Woman McGowan, Catherine (Cathy)


Businesswoman, Farmer, Parliamentarian and Rural women's leader

Written by Nikki Henningham, The University of Melbourne

Cathy McGowan is an Australian politician and independent federal member for the northeast Victorian electorate of Indi. Before she was elected to Federal parliament in 2013 she was better known as a rural consultant, farmer and academic. She has extensive knowledge of the issues facing women in agriculture, having been a past chair of the Regional Women's Advisory Council and a past president of Australian Women in Agriculture. She was a recipient of a Centenary Medal in 2001 and, in 2004 was made an Officer of the Order of Australia 'for service to the community through raising awareness of and stimulating debate about issues affecting women in regional, rural and remote areas' (It's an Honour). She has a Masters of Applied Science in Agriculture and Rural Development, a Bachelor of Arts Degree and Diploma of Education. She is a graduate of the Australian Rural Leadership Program and a Churchill Fellow. In 2001 her work with the dairy industry won an international award for excellence in extension.

Cathy McGowan has been 'an active participant in the history of women and agriculture' all her life. (McGowan, 2003) The fourth girl child on a dairy farm in the Indigo Valley in north-east Victoria, her love and interest in agriculture has, she says 'been there since the beginning' (Cathy McGowan, 2014). Born in the 1950s, she says she had a traditional farm upbringing, looking after the calves, tending the vegetable garden and helping her mother with chores. 'There was nothing unusual in that … What was unusual was my mum and dad's commitment to education.' Her paternal grandfather who witnessed the impact of the First World War and depression passed on the belief that if you had a solid education behind you, then you could be resilient. 'So it wasn't just about agriculture, you had to go and learn about things and keep on learning,' says McGowan. 'It wasn't just formal learning; it was hands-on, practical learning as well' (Cathy McGowan, 2014).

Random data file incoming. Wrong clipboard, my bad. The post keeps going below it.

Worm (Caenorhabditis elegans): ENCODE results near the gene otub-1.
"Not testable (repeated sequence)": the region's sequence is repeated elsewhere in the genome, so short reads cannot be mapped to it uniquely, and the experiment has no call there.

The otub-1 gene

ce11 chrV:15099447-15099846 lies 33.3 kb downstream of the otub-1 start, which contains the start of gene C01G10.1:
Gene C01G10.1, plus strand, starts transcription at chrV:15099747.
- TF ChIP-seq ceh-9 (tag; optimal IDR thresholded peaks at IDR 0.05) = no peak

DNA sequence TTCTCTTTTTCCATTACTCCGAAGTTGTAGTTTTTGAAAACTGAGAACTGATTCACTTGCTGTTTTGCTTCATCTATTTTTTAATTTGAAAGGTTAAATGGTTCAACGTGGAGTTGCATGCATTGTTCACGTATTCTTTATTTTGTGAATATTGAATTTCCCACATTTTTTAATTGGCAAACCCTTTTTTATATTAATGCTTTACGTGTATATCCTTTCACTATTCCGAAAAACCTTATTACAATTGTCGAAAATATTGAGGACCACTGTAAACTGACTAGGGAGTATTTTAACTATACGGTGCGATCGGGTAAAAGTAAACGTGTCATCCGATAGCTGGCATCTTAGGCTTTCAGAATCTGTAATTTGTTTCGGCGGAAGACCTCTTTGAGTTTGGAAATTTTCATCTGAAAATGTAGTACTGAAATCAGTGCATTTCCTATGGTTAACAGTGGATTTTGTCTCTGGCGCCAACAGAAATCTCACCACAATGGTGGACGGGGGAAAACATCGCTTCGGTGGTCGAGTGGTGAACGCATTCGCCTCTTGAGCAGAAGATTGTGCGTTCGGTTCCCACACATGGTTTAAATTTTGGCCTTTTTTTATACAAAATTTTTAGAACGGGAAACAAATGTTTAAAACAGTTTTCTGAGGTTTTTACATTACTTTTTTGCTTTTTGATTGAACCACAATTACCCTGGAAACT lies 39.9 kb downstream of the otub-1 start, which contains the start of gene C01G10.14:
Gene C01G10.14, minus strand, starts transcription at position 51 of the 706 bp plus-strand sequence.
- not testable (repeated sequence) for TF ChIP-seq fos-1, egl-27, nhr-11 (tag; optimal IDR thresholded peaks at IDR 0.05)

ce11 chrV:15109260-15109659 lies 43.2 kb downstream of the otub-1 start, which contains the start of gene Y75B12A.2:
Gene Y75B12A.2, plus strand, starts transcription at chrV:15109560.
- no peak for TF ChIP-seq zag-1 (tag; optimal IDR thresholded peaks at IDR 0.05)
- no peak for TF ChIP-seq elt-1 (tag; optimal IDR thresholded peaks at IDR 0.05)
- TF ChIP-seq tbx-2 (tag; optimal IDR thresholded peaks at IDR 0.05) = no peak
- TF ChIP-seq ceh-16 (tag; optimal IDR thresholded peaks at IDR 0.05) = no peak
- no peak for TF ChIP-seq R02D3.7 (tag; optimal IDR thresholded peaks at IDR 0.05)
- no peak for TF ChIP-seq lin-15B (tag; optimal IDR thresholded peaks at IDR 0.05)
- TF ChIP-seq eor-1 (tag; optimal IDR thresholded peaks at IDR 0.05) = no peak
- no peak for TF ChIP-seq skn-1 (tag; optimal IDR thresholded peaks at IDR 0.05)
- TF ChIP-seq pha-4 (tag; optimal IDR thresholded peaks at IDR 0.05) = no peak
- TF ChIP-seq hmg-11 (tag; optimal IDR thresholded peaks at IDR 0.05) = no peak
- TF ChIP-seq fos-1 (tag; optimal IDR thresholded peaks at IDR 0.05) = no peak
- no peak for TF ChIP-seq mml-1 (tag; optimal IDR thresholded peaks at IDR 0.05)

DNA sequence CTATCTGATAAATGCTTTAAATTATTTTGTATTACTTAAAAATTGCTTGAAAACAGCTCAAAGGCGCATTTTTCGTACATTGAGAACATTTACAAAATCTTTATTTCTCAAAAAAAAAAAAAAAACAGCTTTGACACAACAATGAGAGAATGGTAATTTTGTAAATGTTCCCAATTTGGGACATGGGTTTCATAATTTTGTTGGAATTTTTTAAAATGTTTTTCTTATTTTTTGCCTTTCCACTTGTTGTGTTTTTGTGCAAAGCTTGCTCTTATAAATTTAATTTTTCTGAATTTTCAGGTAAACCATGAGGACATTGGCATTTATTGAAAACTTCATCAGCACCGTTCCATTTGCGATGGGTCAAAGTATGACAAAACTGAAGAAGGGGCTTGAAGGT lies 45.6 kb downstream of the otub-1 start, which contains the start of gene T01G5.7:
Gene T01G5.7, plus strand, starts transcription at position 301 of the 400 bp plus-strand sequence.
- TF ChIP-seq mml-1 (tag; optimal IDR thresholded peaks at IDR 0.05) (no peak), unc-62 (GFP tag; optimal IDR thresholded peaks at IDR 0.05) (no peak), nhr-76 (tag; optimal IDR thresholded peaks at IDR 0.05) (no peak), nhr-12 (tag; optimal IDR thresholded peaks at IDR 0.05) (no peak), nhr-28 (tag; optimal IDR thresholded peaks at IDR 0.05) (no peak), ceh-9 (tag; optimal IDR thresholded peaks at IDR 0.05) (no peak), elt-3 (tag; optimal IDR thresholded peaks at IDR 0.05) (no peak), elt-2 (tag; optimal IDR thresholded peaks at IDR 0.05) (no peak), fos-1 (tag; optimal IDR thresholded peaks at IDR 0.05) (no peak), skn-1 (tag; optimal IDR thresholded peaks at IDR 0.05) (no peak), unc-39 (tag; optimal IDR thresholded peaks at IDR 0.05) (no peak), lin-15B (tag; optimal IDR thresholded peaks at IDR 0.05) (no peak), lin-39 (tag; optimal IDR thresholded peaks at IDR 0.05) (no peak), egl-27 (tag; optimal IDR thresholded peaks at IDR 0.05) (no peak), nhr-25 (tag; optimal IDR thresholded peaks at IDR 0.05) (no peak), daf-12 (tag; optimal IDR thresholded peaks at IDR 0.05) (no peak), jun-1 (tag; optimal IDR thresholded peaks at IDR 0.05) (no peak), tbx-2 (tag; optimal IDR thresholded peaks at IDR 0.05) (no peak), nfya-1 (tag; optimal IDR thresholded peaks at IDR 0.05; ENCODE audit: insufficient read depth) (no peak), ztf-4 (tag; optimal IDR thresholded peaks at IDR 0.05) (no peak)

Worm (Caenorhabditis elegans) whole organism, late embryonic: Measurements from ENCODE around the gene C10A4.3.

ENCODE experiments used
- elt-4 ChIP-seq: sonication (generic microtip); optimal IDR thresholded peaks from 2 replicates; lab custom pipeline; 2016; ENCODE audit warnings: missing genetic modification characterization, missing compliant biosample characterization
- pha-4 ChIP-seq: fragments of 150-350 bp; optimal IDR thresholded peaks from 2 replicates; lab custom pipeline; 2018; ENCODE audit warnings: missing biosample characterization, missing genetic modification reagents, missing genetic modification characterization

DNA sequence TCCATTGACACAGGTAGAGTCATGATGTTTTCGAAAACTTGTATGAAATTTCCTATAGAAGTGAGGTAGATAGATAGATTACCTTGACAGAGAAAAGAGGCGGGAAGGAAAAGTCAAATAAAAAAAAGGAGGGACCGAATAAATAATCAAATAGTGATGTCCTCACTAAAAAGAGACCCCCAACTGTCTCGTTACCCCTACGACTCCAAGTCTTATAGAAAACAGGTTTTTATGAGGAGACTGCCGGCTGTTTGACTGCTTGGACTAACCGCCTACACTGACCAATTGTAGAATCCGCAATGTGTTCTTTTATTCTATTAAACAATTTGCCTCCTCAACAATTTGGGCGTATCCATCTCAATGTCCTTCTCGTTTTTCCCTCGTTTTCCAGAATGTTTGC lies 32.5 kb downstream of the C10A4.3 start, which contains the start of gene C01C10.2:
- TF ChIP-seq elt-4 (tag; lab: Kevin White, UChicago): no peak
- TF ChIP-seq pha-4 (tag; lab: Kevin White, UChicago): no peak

There were other important parental influences. As well as working as a hands-on farmer, her father ran an agricultural consultancy business to supplement the family's farm income in the 1960s. As the business grew, he established contracts in Argentina, Kenya, Iran and the South Pacific, giving McGowan a sense of agriculture as a global enterprise. Thinking locally, as well, her mother taught her about the importance of connecting with community. She would attend any number of community meetings with her parents which left her with a love of rural communities and a desire to help them reach their potential and/or make them better.

After graduating with a BA/Dip Ed from Monash University, McGowan taught for a short while in schools but it was it was her job as a research assistant for the Federal member for Indi, Ewen Cameron, which whetted her appetite for community engagement as she learned how to work with Government and communities to bring about change. Her love of farming and community engagement were cemented when she completed her Masters in Applied Science in Agricultural and Rural Development from the University of Western Sydney at Hawkesbury in 1993. Keen to learn more about farming communities by working on her own property, Cathy joined local farm groups, seeking advice from other farming women. This led to her becoming a key player in the establishment of Australian Women in Agriculture in 1993. She was AwiA's inaugural secretary, and she has had various roles within the organisation including president in 1998. She was very involved in the organisation of the first international conference for Women in Agriculture, held in Melbourne in 1994 and was a team leader for the 100 Australian women who attended the second conference in Washington, USA, in 1998.

As a member of parliament, McGowan now has a new forum from which to advocate on behalf of Australian rural communities. But her approach is the same as it was when she was advocating on behalf of Australian Farm Women in the 1980s and 90s, with an emphasis on planning, networking and collaborating to bring about sustainable change. In 2003, as chair of the Regional Women's Advisory Council, McGowan spoke of the importance of 'integrated systems that create links between government, individuals, families and communities, businesses and industries' to the long term viability and sustainability of rural communities in Australia (McGowan, 2003, p. 51). In 2014, as the member for Indi, she told parliament: 'It is my belief that the key to rural and regional Australia having a long term sustainable and happy future, lies in a coordinated approach to regional development. We need a clear vision for our future and we need mechanisms for coordination, planning and advocacy' (Hume RDA planning).

Published Resources

Book Sections

  • McGowan, Cathy, 'Wishing Well and Crystall Ball', in Rowan O'Hagan, Margaret Alston and Shelley Spriggs (eds), Setting the Agenda for Rural Women: Research Directions, Conference Proceedings and Recommendations, Charles Sturt University: Centre for Rural Social Research, Wagga Wagga, New South Wales, 2003, pp. 47 - 51. Details

Online Resources

See also